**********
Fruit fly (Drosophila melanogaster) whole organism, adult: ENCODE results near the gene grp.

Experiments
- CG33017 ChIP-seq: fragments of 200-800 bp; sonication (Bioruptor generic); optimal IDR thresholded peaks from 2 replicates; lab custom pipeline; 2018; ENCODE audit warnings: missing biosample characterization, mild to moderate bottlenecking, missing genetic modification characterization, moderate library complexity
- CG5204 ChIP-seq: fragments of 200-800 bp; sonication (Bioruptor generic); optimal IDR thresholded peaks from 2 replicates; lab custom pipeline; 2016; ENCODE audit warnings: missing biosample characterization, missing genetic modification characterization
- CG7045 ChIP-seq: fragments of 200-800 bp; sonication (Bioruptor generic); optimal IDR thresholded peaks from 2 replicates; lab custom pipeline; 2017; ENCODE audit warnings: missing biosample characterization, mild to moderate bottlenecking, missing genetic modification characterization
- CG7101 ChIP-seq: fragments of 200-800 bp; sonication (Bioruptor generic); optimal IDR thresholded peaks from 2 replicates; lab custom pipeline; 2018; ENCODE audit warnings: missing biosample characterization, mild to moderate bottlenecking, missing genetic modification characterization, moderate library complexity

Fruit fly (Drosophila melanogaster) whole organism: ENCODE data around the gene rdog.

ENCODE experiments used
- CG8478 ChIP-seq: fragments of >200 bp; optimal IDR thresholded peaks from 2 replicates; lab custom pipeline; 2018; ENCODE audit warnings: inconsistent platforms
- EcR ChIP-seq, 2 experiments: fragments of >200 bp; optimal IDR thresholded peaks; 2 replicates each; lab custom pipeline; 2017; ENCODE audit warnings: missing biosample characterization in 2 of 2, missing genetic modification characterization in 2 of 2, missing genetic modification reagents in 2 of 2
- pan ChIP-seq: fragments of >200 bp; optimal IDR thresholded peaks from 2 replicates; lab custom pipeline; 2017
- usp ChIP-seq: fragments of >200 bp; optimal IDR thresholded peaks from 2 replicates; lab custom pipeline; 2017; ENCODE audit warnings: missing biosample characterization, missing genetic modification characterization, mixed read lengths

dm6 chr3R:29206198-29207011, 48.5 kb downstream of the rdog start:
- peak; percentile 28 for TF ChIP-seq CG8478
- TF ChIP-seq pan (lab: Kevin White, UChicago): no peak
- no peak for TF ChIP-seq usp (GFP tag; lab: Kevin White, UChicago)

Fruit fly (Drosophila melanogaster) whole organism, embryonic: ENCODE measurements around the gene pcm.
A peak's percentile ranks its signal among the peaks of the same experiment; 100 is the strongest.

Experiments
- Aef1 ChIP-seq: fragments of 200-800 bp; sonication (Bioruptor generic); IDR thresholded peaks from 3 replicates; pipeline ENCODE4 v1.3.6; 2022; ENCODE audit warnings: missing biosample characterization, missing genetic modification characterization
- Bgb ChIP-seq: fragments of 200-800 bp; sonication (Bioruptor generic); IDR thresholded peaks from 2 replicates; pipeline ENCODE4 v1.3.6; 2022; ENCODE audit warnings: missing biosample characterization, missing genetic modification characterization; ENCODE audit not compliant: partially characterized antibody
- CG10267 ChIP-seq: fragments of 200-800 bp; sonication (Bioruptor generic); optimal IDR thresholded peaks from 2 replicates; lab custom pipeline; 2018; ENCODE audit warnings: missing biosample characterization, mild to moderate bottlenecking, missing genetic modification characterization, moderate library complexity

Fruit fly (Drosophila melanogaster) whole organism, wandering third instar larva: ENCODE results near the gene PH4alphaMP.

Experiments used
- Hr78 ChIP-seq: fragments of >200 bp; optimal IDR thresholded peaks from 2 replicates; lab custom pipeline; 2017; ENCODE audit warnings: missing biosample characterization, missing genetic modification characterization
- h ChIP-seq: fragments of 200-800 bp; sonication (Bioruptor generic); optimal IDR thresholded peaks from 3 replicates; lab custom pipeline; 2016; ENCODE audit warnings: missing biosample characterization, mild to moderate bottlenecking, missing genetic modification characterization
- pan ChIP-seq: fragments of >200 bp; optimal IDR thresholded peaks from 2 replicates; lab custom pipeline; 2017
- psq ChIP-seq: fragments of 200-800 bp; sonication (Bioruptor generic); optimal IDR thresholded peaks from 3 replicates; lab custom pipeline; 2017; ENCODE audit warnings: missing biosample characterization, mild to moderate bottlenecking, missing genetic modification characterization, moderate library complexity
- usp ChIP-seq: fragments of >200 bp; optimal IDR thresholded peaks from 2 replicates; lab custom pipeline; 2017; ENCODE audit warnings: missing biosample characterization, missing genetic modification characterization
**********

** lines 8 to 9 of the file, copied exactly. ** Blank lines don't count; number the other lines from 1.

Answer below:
ENCODE experiments used
- CG8478 ChIP-seq: fragments of >200 bp; optimal IDR thresholded peaks from 2 replicates; lab custom pipeline; 2018; ENCODE audit warnings: inconsistent platforms